carrier for the piston rings used to seal the compression
in the cylinder. (See fig. 3-25.) Some pistons are
designed to cause turbulence in the cylinder in order to
mix the air and fuel more efficiently.
The piston must come to a complete stop at the end
of each stroke before reversing its course in the
cylinder. To withstand this rugged treatment and wear,
it must be made of tough material, yet be light in
weight. To overcome inertia and momentum at high
speeds, it must be carefully balanced and weighed. All
the pistons used in any one engine must be of similar
weight to avoid excessive vibration.
Pistons are made of gray cast iron or of aluminum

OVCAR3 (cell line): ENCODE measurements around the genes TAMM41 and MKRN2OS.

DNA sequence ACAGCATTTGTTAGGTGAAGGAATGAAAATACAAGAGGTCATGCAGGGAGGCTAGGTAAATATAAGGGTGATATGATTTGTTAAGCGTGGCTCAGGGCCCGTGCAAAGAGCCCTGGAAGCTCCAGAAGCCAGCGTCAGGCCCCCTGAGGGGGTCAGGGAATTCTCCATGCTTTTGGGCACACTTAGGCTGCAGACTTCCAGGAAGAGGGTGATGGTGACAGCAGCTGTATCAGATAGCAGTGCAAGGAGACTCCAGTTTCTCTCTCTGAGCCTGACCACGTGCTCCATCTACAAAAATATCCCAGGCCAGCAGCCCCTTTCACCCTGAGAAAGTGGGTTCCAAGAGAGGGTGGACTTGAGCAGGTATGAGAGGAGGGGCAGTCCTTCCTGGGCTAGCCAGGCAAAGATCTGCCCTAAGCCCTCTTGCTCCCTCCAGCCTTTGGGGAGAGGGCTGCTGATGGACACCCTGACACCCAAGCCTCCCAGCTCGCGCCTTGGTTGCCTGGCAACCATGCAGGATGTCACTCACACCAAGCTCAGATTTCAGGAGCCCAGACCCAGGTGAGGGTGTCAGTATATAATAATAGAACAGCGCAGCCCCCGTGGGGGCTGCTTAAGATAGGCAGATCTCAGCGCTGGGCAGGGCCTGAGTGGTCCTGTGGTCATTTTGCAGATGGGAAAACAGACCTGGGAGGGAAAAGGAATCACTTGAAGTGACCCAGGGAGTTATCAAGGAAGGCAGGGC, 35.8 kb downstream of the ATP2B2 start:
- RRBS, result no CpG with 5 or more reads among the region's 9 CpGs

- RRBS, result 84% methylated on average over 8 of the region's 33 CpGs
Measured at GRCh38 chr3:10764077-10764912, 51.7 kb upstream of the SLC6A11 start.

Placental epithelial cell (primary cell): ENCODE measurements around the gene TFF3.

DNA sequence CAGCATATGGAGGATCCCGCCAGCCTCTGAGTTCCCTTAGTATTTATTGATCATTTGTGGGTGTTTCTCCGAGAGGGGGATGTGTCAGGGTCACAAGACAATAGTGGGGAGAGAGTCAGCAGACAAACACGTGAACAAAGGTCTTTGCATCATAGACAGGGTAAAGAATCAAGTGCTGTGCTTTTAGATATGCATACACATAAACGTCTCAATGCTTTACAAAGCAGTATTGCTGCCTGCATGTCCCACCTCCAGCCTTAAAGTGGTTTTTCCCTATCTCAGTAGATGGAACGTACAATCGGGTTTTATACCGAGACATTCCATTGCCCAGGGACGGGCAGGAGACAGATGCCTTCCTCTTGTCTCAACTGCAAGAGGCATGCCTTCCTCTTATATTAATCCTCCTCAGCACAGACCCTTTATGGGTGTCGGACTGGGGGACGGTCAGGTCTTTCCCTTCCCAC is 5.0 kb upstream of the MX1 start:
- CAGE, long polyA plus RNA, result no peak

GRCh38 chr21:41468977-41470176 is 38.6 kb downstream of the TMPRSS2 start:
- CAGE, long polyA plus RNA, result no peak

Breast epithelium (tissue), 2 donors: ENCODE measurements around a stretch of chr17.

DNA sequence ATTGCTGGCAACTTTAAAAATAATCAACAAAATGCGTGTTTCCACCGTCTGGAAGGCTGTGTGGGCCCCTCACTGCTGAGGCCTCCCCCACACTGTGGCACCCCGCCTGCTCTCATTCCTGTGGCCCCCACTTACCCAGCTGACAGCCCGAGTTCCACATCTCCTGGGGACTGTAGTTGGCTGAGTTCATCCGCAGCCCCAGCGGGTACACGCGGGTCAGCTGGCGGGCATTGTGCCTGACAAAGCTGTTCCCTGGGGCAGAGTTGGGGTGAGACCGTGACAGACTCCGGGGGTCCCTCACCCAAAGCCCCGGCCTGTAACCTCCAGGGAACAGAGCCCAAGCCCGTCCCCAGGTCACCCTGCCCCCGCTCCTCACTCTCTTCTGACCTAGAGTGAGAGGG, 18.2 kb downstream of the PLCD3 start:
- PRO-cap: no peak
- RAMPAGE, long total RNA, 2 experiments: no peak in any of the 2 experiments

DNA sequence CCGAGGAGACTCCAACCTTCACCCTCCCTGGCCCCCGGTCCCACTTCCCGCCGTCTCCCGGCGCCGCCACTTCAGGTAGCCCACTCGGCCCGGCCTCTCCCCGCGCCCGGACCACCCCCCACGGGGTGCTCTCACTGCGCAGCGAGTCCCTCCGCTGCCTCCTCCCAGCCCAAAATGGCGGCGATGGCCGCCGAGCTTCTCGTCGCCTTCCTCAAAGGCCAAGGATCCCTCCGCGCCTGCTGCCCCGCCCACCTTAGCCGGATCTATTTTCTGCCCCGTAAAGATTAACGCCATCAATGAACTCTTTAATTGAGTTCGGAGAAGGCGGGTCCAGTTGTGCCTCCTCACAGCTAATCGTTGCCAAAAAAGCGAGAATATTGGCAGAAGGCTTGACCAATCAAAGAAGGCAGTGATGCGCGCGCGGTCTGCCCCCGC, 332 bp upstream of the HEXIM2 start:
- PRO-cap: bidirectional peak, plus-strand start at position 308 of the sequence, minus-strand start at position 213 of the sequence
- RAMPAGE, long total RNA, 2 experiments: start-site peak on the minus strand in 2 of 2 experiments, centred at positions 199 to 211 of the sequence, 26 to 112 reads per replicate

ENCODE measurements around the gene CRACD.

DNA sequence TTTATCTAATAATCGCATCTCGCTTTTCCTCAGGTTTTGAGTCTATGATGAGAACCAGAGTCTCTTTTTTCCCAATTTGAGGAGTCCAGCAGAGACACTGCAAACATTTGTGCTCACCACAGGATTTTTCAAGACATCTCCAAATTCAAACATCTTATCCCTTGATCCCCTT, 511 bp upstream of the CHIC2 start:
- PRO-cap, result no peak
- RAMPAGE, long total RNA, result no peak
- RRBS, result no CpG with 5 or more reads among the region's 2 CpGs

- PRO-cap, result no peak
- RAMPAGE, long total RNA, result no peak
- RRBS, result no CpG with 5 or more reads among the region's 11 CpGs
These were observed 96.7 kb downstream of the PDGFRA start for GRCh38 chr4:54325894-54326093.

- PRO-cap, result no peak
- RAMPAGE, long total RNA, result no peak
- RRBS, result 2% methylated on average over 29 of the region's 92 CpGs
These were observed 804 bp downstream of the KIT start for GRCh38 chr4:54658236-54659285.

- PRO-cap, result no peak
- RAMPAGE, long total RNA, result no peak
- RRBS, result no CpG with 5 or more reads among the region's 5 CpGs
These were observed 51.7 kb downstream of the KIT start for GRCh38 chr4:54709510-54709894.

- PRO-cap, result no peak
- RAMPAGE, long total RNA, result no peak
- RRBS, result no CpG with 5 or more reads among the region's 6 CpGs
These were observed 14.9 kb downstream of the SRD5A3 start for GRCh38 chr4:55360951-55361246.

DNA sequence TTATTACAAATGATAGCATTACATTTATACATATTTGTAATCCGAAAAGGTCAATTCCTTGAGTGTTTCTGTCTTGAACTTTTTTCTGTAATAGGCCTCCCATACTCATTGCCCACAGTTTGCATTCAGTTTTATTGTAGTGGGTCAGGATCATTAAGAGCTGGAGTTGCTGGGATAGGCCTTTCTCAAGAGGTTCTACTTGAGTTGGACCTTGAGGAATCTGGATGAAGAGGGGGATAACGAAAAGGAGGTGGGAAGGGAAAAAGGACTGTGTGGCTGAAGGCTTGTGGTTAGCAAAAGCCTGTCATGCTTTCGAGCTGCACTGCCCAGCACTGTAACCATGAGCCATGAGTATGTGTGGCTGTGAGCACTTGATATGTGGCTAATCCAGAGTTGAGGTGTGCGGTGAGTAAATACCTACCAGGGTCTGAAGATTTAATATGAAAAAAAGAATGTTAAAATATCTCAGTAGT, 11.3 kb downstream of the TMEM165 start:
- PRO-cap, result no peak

alloy. The former is the heavier and is often used in
slower, heavy-duty engines; the latter is of lighter
weight and is more adaptable to the modern, high-speed
engine. To reduce weight, the head and skirt of the
piston are made as thin as is consistent with the strength
required. Ribs are an integral part of the piston, and
they reinforce the head. The ribs also assist in
conducting heat from the head of the piston to the
piston rings and out through the cylinder walls.
The structural components of the piston are the
head, skirt, ring grooves, and lands (fig. 3-26).
However, all pistons do not look like the typical one
illustrated here. Some have differently shaped heads.
Diesel engine pistons usually have more ring grooves
Figure 3-25.--Piston and connecting rod (exploded view).
Figure 3-26.--The parts of a piston.